The BBPA believes its 2013 Statistical Handbook supports the Government’s decision to pursue a partnership approach on alcohol, as the drop in alcohol consumption demonstrates the comparative benefit of targeted rather than broad measures, based on Treasury returns.
“The continuing fall in alcohol consumption challenges the inaccurate perception that Britain has a general issue with alcohol,” said the organisation’s chief executive Brigid Simmonds. “There are specific problems which require targeted solutions in partnership with the industry.”
The Handbook found the average price of draught lager to be £3.30 in 2013, with draught bitter slightly cheaper at £2.87.
While alcohol consumption is falling, there has still been a growth in the number of breweries,with 1,113 operational in Britain by the end of last year. The number of large breweries remains stable.
“It is positive for the nation that there is a continued increase in the numbers of breweries,” added Simmonds. “At the same time, despite the cut in beer duty, Britain’s consumers are still subject to the second highest tax rates for beer in the European Union – holding back growth for the wider sector.”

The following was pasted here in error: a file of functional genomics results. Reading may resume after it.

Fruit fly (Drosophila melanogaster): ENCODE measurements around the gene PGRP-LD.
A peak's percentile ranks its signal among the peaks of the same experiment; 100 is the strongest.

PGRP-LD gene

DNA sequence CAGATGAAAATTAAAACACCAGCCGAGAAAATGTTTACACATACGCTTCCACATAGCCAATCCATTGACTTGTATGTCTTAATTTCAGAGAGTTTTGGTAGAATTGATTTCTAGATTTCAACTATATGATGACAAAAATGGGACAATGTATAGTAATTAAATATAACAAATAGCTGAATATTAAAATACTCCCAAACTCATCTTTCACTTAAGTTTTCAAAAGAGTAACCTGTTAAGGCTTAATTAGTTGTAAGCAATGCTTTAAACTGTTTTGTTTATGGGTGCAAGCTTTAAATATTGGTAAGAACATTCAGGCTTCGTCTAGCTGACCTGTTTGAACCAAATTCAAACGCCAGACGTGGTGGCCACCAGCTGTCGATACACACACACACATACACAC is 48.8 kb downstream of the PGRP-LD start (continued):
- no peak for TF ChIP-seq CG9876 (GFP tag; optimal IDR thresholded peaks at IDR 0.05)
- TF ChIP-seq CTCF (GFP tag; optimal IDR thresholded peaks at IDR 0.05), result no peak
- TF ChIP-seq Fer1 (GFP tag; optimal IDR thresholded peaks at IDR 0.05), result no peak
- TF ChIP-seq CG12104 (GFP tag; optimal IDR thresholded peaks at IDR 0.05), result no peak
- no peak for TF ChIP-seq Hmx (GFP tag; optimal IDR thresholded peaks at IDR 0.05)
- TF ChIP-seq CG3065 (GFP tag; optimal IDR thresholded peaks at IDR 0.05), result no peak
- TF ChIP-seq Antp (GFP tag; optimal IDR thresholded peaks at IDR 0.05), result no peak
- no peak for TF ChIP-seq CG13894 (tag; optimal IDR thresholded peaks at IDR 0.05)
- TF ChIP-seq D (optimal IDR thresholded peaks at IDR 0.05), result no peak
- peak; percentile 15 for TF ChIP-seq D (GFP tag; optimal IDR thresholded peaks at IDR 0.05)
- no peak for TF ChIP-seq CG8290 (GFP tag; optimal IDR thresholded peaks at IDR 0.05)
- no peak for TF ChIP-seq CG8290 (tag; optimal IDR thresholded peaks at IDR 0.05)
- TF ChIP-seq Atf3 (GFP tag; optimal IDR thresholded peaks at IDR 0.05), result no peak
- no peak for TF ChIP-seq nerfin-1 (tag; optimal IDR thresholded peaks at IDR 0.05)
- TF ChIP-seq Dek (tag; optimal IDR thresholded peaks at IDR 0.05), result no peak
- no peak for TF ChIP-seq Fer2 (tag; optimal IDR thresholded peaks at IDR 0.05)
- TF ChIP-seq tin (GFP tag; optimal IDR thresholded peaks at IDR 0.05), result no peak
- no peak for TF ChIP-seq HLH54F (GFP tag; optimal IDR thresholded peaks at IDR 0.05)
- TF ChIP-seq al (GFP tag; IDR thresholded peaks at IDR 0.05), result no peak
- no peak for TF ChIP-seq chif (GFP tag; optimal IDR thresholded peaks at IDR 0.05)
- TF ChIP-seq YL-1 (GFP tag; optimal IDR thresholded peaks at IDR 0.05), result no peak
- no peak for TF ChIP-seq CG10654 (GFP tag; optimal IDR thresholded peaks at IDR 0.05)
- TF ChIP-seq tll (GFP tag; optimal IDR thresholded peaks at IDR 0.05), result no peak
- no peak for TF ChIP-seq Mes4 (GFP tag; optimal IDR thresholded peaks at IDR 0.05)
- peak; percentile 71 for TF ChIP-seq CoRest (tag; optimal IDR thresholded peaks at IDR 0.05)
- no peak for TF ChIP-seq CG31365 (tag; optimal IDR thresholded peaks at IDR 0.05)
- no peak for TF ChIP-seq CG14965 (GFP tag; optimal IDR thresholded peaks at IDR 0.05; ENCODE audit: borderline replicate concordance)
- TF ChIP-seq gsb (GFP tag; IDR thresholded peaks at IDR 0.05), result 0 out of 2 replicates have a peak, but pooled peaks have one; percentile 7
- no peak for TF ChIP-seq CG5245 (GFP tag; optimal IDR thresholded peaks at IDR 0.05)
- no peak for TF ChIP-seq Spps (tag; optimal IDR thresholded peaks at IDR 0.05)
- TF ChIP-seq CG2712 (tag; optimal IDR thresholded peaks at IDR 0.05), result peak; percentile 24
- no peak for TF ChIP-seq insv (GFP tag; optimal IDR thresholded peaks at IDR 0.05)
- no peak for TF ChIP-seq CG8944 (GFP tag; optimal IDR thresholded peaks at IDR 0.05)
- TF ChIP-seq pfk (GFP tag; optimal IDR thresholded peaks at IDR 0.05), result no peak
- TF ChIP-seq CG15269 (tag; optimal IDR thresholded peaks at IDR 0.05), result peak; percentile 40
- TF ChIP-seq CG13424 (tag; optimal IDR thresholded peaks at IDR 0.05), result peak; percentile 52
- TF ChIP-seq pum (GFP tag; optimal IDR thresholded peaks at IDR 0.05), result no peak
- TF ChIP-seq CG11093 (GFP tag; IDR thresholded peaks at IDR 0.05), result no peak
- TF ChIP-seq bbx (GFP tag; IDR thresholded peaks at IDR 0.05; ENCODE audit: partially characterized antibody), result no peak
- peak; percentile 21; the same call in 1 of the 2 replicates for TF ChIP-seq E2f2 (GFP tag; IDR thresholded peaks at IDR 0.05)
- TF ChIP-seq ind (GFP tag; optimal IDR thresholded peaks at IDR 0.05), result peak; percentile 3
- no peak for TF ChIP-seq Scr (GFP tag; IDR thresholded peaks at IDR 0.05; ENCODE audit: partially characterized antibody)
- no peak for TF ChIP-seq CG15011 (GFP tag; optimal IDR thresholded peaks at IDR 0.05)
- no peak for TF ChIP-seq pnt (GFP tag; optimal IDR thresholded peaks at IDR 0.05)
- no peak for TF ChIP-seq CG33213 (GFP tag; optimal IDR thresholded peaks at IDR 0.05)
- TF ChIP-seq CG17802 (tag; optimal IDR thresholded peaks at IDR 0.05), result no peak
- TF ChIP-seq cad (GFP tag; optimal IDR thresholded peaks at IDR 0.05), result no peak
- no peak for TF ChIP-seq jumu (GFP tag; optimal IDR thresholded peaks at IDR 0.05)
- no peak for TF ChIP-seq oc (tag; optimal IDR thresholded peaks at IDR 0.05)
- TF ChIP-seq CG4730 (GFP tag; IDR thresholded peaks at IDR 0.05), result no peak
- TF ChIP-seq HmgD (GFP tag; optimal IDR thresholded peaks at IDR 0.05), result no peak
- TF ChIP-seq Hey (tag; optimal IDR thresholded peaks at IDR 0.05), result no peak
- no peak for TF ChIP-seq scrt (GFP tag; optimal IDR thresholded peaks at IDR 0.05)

The BBPA’s new Handbook went on to support the findings of the 2014 Cask Report;that cask ale has lost its image as an ‘old man’s drink’ and now appeals to a broad range of drinkers.
As such, cask ale has continued to increase its market share, despite a fall in overall volume of 1.1 per cent.
Other findings from the BBPA’s 2013 Statistical Handbook: -
- Alcohol-influenced offences fell by 12 per cent in England and Wales during 2012.
- Beer is the only category with majority of sales made through the on-trade.
- Despite the beer duty cut earlier this year, the tax is still 61 per cent higher than it was in 2000.